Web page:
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Management of Shoulder Instability in a Military Population
  1. MK Pimple, MRCS, Specialist Registrar in Orthopaedics1,
  2. A DaCosta1 and
  3. JC Clasper1
  1. 1Department of Orthopaedic Surgery, Frimley Park Hospital, Frimley, Camberley
  1. Department of Orthopaedic Surgery, Frimley Park Hospital, Portsmouth Road, Frimley, Camberley GU15 7UJ 01276 526447 01276 604457 drmaheshkp{at}doctors.org.uk

Abstract

Objectives Recurrent instability is common after shoulder dislocation in the young, particularly those engaged in physical jobs or sport. The management of recurrent traumatic shoulder instability is predominantly operative. However, the best method of surgery i.e. open or arthroscopic is still a matter of debate. We have developed an algorithm to decide on the choice of surgery and the aim of this study is to report this and compare the two different groups of military patients.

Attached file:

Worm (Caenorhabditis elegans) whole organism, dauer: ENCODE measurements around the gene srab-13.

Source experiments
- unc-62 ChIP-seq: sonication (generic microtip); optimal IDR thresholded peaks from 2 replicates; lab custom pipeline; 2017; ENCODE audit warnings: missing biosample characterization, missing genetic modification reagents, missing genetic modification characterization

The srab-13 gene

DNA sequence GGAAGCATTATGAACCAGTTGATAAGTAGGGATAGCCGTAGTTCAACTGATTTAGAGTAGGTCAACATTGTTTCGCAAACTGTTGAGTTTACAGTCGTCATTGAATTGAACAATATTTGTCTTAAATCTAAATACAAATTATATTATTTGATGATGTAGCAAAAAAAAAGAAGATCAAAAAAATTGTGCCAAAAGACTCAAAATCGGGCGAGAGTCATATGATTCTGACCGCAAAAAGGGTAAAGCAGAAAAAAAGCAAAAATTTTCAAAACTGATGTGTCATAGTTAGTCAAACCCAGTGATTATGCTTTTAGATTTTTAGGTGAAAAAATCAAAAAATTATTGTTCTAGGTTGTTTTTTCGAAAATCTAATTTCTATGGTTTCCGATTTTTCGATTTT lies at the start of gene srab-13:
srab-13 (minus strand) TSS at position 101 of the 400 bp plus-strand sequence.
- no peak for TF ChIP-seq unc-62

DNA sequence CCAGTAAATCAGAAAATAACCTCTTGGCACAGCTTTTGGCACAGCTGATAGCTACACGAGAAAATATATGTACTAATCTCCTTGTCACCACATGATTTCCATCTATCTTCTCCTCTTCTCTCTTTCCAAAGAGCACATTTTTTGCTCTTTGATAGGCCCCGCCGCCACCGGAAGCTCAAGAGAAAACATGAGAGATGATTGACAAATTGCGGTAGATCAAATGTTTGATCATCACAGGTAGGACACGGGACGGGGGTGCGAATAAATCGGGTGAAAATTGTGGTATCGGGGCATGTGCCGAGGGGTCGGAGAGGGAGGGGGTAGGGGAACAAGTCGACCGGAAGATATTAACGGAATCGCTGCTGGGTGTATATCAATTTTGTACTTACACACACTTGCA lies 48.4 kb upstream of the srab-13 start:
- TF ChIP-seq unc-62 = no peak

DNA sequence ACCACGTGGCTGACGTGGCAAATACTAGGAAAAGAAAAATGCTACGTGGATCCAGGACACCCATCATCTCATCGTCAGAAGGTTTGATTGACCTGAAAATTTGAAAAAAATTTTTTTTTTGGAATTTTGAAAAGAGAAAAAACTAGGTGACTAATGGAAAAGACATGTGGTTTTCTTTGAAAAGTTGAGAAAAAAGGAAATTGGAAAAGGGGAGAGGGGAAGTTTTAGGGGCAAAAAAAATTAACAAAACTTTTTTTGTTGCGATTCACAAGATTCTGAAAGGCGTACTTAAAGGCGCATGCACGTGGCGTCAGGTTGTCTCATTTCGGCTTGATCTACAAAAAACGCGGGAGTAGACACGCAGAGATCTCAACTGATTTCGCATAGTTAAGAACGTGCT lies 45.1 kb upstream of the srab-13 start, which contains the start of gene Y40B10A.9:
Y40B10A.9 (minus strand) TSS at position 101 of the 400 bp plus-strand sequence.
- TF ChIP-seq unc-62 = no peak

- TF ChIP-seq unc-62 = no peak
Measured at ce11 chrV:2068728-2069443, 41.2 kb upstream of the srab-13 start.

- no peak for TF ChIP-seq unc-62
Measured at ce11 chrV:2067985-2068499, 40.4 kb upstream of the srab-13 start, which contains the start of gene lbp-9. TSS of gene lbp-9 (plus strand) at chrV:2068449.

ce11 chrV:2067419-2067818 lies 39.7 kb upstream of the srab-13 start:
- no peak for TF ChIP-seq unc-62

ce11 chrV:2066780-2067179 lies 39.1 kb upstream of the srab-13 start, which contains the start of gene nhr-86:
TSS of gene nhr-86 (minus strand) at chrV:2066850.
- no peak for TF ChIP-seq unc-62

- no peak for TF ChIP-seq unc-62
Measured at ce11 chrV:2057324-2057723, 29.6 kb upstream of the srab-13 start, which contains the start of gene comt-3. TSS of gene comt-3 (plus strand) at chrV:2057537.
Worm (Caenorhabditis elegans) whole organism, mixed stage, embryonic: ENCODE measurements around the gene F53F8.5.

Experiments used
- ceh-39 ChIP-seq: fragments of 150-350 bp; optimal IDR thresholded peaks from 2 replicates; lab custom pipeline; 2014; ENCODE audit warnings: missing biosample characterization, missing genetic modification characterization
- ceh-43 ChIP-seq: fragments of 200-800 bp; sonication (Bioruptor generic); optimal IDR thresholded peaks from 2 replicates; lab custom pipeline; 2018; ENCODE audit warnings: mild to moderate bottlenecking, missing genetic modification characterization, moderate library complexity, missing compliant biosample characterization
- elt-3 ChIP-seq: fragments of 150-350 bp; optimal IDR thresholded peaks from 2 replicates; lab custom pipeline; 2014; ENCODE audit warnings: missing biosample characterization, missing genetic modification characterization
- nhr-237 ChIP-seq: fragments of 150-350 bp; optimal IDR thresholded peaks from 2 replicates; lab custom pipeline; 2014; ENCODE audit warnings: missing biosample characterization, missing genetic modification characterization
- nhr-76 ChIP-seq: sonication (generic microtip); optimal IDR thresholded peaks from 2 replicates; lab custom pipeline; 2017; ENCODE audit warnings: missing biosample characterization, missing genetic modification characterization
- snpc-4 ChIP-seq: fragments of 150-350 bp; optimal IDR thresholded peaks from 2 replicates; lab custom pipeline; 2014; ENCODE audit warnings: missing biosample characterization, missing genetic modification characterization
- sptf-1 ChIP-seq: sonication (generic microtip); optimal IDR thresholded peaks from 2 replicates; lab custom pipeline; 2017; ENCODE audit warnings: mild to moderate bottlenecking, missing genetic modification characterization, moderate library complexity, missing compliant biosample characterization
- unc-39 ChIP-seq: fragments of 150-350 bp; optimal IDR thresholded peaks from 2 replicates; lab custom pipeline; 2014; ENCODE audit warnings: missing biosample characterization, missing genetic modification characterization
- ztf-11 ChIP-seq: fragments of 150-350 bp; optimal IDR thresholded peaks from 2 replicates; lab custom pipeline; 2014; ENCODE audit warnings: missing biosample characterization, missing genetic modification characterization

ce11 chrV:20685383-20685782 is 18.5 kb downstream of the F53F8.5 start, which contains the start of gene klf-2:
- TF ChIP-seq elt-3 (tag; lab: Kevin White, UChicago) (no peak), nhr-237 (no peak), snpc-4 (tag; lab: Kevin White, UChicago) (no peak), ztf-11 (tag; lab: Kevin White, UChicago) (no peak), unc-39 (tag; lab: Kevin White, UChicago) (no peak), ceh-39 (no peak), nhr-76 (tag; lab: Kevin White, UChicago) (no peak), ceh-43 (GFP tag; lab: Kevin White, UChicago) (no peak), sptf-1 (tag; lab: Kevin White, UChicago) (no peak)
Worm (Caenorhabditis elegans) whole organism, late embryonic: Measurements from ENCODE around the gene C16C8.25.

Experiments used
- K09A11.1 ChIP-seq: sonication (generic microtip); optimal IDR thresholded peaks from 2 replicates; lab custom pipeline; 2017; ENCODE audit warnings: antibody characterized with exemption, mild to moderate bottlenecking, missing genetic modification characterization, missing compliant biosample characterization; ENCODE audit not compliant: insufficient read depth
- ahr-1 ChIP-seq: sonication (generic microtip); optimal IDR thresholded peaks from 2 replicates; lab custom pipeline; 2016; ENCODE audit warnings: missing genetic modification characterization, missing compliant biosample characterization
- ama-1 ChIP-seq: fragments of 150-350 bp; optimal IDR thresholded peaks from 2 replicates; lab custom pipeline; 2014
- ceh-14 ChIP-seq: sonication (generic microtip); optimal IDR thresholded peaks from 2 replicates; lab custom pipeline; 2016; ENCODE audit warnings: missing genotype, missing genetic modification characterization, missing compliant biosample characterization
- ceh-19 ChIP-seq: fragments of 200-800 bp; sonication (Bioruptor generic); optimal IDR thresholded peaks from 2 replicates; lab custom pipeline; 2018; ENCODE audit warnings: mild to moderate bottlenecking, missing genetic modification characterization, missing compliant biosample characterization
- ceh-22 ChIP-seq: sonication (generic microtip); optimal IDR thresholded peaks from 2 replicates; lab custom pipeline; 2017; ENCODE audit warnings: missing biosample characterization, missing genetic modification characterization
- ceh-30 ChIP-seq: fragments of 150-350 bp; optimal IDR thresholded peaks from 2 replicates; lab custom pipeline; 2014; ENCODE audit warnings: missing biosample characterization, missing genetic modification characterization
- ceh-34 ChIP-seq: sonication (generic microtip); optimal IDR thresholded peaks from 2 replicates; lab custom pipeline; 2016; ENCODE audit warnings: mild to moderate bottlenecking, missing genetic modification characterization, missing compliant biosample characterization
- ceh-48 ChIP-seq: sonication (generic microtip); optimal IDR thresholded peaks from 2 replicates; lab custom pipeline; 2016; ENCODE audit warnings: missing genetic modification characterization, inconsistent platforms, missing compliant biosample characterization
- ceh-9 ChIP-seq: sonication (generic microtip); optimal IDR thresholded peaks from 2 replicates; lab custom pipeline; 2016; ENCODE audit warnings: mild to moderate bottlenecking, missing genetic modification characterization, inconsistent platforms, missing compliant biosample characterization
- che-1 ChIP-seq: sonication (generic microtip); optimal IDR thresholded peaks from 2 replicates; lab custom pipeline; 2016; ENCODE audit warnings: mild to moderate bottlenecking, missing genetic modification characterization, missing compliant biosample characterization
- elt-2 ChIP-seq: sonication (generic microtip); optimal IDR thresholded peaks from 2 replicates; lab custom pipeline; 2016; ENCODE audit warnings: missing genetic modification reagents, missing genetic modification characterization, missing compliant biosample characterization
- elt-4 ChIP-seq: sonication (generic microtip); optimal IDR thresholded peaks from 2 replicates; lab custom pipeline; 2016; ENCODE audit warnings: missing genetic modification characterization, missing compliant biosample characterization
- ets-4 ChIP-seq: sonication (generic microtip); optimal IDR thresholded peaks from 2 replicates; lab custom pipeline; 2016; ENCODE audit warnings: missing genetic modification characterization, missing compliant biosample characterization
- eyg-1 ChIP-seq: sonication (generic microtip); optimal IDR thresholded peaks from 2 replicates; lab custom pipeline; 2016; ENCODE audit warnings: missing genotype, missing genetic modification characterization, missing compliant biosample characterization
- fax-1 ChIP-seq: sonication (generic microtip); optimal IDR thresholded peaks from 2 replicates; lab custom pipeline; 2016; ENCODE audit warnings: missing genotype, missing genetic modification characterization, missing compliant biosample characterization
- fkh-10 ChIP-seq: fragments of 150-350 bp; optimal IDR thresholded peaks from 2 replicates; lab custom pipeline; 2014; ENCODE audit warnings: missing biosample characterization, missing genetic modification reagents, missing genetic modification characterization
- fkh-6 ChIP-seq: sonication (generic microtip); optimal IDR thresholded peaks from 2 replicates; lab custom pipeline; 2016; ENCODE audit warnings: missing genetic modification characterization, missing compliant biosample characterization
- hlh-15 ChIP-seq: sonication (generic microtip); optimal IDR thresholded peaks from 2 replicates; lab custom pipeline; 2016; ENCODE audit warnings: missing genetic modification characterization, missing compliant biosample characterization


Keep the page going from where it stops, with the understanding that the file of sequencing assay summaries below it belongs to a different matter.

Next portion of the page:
Methods A retrospective review of all shoulder stabilisations performed on military personnel, by a single surgeon, between August 2004 and August 2005 at a district general hospital serving both military and civilian population was undertaken. The presentation, clinical and operative findings were noted and compared in the groups treated by arthroscopic or open stabilisation.

Results Using our protocol 39 shoulder stabilisations were performed in military personnel. Of the shoulders, 25 (64%) underwent arthroscopic and 14 (36%) underwent open stabilisation. The indication for surgery was more than 2 episodes of shoulder dislocation. Open surgery was found to be more common in those who had their first dislocation at a younger age. Bilateral shoulder laxity was the most common indication to choose the open method. Both open and arthroscopic stabilisation gave good results in the high demand military population. Only one patient had recurrent instability after arthroscopic procedure. However, this was not statistically significant when compared with open stabilisation.

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